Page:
He continues: ‘Unfortunately, those sketches were lost over time, but we have the letter with the specifics they had to fulfil. The car would have 280-300bhp and be capable of 250-260kph [around 160mph], it would have two comfortable seats, a capacious boot, upholstery in very good leather, extra-luxe finishing, the possibility of air conditioning, and it would be of a serious and gentlemanly appearance.’

However, it turned out that the Shah, on seeing the sketches, did not like the proposal and instead had his 5000 GT bodied by Touring. ‘What we know is that Franco Scaglione had already developed a two-door car with sports styling and a long, slightly finned tail in 1957, as a one-off Aston Martin DB2/4 Coup.,’ says Orsi. ‘He kept the same concept for the 1958 NSU Prinz Sport and we see that the same idea developed to become the 1959 3500 GT.’

It is most likely that Maserati sent a rolling chassis to Bertone in the late summer of 1959, to create a car for display at the Turin motor show in October. The car incorporated aspects developed by Scaglione and Bertone for their Berlinetta Aerodinamica Tecnica series for Alfa Romeo, and made its debut on Bertone’s stand – mere metres from the 5000 GT ‘Shah of Iran’ on Touring’s! The press reported widely, clearly impressed by the 3500 GT Bertone’s Grigio Chiaro body and House of Lords Red Connolly leather configuration, and they weren’t the only ones. Swiss Maserati dealer Martinelli & Sonvico bought the car on the spot for one of its best customers, Josef Willi of Lugano, and requested some pre-delivery modifications.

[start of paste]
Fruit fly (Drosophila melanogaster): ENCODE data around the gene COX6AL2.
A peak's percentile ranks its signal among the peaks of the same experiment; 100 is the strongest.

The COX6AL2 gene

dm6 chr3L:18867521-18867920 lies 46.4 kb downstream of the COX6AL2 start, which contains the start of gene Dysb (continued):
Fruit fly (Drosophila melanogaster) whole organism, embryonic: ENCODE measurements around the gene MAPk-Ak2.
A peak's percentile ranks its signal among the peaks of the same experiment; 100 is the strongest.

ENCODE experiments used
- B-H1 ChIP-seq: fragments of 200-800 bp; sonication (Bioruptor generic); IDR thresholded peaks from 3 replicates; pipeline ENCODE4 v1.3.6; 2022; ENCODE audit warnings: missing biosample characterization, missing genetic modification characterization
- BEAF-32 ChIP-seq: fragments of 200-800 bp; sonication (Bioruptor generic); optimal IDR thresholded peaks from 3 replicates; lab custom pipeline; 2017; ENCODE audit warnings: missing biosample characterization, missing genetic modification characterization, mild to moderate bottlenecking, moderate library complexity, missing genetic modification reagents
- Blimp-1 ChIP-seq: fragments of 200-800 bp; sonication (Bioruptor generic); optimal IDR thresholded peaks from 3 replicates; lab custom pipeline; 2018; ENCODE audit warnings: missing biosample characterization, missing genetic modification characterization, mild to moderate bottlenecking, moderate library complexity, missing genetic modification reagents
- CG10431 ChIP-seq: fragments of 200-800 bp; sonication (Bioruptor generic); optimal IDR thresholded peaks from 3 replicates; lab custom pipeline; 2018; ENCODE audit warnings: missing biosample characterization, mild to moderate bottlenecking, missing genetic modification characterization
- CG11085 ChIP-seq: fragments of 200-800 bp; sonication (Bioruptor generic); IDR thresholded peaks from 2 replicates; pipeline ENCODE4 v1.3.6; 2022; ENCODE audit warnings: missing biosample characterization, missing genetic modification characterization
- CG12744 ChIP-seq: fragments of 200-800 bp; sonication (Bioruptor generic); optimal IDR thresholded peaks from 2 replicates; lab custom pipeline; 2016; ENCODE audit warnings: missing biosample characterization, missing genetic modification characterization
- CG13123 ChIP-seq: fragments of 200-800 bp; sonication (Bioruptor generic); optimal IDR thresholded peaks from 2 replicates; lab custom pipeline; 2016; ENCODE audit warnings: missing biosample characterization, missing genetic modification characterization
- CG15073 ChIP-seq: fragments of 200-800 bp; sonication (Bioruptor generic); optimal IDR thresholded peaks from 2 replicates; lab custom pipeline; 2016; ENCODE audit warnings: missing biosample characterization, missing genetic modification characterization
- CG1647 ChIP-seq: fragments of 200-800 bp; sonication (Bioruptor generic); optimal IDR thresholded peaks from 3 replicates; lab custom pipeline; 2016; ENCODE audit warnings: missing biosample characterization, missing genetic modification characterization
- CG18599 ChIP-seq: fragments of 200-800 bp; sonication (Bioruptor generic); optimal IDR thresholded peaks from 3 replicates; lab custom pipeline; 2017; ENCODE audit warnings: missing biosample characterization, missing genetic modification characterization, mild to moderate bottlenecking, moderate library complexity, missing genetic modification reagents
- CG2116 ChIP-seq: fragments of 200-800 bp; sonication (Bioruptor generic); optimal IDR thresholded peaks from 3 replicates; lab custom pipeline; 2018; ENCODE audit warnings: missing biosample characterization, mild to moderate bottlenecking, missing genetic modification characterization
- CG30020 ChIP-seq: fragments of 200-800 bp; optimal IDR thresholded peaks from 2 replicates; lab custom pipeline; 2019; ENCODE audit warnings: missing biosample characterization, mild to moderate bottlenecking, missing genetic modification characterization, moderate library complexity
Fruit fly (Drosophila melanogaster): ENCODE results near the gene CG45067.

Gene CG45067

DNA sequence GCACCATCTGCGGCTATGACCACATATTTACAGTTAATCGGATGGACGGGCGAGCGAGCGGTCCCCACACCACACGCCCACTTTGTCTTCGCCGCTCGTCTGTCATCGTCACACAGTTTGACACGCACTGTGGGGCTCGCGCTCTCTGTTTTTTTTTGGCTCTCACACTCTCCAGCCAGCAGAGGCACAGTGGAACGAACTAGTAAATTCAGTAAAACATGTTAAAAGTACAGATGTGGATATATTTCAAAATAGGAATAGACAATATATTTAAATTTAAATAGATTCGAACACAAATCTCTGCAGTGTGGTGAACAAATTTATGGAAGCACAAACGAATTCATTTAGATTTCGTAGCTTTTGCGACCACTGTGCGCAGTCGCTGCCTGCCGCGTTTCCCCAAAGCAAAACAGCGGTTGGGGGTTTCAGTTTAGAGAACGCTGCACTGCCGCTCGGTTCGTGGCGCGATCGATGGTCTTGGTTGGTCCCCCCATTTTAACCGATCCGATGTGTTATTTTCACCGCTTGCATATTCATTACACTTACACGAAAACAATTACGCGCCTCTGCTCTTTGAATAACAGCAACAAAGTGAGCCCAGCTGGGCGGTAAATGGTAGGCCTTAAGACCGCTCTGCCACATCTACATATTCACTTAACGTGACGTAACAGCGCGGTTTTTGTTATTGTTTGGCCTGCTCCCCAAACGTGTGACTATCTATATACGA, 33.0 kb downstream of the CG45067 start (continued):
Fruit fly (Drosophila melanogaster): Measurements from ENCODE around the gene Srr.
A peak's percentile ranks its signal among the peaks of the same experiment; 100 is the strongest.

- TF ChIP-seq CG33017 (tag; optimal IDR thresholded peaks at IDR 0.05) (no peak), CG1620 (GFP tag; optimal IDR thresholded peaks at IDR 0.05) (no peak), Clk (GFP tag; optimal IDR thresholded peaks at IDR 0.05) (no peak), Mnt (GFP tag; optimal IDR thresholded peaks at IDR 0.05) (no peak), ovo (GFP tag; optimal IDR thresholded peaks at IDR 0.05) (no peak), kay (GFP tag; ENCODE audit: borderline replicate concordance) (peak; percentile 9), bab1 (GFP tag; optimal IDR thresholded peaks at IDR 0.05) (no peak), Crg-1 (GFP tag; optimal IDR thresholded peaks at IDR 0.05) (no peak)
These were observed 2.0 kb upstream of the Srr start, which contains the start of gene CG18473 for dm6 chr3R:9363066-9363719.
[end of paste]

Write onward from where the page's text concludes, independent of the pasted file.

1959 Maserati 3500 GT Bertone

‘The order letter is dated 14 November 1959 and begins with “Following yesterday’s verbal agreement”,’ says Orsi. ‘It includes the full list of requested modifications: wire wheels with three-eared spinners, mufflers for Switzerland, Pirelli tyres, Fiamm horns and Koni rear dampers. The car was ready for collection from Bertone on 1 December, with the full invoice to the dealership for 29,615 Swiss Francs. That’s about the equivalent of €130,000 today, and it was shipped from Maserati on the fifth.’